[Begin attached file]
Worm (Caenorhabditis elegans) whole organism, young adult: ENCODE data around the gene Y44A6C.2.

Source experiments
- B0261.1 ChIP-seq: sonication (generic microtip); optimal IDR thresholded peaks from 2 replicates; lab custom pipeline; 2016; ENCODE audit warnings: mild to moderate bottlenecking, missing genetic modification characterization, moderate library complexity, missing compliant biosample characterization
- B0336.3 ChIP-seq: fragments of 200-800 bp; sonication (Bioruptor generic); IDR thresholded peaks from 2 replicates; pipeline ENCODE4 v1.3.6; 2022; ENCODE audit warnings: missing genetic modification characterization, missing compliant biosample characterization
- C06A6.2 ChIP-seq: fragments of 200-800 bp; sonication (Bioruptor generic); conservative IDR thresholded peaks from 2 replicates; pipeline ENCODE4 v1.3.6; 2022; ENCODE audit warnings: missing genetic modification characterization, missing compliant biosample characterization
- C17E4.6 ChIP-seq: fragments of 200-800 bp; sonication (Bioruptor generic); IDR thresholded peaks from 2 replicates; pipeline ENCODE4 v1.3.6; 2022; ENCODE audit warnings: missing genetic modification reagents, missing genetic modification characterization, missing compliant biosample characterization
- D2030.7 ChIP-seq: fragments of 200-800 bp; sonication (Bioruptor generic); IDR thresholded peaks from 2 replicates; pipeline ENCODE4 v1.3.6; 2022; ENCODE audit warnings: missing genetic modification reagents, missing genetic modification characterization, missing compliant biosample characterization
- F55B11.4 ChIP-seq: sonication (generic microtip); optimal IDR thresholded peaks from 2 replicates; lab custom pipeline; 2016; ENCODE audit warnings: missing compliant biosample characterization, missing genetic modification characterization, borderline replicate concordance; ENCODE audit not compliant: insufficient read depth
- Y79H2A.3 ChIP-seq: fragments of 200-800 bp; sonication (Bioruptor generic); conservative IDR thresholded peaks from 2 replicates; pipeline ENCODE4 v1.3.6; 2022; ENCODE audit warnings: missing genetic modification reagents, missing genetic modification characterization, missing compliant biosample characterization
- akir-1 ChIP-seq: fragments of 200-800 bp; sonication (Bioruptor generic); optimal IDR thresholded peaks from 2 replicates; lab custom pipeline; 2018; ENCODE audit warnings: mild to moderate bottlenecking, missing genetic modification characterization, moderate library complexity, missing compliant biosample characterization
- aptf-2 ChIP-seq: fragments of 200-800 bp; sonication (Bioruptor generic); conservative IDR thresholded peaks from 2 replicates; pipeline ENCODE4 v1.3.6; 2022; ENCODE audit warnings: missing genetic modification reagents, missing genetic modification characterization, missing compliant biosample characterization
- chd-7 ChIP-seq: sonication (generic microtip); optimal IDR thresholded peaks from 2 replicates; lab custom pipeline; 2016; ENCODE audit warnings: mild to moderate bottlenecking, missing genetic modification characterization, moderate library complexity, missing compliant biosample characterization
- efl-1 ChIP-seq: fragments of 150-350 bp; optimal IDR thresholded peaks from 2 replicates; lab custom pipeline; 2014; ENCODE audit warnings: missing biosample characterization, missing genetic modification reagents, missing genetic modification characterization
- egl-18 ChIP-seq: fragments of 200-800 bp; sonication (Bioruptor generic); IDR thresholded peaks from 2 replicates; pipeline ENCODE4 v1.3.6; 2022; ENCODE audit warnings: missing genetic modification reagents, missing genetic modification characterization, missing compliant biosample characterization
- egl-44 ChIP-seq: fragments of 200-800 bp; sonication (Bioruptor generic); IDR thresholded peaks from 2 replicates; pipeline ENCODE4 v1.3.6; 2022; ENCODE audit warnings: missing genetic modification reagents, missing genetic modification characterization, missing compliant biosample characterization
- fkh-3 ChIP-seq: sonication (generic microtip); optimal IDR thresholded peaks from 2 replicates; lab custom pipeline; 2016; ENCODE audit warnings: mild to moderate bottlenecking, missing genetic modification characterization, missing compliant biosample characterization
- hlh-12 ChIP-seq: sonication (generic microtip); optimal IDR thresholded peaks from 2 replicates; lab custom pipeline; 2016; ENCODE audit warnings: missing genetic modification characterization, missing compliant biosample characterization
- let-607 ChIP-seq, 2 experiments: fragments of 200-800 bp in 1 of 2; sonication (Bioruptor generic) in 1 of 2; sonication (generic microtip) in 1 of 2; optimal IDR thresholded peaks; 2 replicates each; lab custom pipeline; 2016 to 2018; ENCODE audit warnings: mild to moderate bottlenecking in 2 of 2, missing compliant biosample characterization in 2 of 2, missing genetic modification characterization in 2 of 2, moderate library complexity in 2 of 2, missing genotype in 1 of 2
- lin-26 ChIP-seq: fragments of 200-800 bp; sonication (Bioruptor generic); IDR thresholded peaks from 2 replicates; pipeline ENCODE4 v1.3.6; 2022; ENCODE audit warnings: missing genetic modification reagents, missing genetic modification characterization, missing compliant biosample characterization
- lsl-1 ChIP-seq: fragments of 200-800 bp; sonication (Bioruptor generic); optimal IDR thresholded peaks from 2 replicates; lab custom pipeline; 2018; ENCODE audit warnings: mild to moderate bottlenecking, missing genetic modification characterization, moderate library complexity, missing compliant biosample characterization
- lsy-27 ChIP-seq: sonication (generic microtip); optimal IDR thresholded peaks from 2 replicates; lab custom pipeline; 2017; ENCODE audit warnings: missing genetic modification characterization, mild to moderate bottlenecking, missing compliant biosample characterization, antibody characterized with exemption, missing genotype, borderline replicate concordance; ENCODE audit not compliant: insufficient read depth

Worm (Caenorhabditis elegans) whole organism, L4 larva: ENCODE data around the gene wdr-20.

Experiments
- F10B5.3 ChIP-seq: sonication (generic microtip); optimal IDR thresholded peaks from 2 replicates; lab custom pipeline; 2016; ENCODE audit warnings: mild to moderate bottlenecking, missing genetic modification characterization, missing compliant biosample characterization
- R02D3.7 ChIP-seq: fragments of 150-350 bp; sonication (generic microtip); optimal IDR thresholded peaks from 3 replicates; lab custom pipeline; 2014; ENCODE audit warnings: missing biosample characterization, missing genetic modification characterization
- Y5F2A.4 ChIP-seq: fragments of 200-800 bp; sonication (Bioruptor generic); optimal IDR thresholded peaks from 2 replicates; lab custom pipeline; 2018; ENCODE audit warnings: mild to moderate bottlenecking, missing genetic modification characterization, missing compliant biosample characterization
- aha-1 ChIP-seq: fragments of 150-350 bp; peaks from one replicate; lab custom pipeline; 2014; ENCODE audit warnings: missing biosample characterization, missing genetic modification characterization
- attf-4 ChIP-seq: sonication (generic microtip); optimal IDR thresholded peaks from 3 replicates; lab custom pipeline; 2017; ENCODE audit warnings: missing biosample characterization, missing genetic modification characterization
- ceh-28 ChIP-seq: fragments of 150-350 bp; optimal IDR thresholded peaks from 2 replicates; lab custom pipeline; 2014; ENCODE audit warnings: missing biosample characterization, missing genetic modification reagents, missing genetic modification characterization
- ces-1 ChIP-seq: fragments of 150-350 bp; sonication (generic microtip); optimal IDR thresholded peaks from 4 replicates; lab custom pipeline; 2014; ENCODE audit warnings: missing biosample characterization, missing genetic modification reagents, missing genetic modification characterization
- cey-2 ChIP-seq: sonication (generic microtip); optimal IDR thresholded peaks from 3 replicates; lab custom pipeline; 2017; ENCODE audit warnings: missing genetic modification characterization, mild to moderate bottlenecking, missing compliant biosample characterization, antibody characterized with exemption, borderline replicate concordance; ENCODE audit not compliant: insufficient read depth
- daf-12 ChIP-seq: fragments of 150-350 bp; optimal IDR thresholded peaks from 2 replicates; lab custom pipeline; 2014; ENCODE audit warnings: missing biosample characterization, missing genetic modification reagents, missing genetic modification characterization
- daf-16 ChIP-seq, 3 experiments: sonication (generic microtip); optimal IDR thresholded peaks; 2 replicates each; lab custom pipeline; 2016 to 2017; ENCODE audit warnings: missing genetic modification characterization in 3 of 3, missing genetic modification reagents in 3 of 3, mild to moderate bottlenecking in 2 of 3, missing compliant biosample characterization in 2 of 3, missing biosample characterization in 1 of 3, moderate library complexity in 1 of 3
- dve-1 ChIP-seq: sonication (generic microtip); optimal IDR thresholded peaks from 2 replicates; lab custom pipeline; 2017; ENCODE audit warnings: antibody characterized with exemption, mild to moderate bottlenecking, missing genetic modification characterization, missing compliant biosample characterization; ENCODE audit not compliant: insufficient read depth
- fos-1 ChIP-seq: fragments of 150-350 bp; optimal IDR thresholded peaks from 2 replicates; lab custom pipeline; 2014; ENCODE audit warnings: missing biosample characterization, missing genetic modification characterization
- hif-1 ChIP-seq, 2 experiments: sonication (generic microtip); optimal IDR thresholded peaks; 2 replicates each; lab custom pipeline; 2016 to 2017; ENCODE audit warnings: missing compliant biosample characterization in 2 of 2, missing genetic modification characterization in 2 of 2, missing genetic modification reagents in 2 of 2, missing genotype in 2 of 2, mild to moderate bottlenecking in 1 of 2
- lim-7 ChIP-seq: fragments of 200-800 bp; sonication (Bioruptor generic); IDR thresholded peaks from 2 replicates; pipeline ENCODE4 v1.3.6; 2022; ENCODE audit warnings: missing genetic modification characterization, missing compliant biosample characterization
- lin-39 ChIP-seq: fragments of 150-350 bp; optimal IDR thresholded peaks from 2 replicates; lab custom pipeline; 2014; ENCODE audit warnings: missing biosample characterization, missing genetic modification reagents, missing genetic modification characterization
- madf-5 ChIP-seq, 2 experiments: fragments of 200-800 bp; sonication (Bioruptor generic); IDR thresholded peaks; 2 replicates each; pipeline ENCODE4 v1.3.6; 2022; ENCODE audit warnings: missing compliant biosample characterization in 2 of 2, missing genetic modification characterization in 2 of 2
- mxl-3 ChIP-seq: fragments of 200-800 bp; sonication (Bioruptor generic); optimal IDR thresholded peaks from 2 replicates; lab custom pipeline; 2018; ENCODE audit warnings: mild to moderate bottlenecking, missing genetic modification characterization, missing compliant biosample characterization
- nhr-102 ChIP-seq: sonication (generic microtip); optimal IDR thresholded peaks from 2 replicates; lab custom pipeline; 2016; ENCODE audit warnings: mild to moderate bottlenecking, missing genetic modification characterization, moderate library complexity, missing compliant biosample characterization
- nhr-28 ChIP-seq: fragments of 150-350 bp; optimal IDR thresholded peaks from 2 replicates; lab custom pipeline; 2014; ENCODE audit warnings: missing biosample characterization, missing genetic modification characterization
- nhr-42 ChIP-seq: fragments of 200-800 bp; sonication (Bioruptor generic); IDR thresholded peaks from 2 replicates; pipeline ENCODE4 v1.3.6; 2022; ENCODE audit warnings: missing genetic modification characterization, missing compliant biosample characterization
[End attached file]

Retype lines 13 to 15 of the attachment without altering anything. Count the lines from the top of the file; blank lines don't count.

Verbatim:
- efl-1 ChIP-seq: fragments of 150-350 bp; optimal IDR thresholded peaks from 2 replicates; lab custom pipeline; 2014; ENCODE audit warnings: missing biosample characterization, missing genetic modification reagents, missing genetic modification characterization
- egl-18 ChIP-seq: fragments of 200-800 bp; sonication (Bioruptor generic); IDR thresholded peaks from 2 replicates; pipeline ENCODE4 v1.3.6; 2022; ENCODE audit warnings: missing genetic modification reagents, missing genetic modification characterization, missing compliant biosample characterization
- egl-44 ChIP-seq: fragments of 200-800 bp; sonication (Bioruptor generic); IDR thresholded peaks from 2 replicates; pipeline ENCODE4 v1.3.6; 2022; ENCODE audit warnings: missing genetic modification reagents, missing genetic modification characterization, missing compliant biosample characterization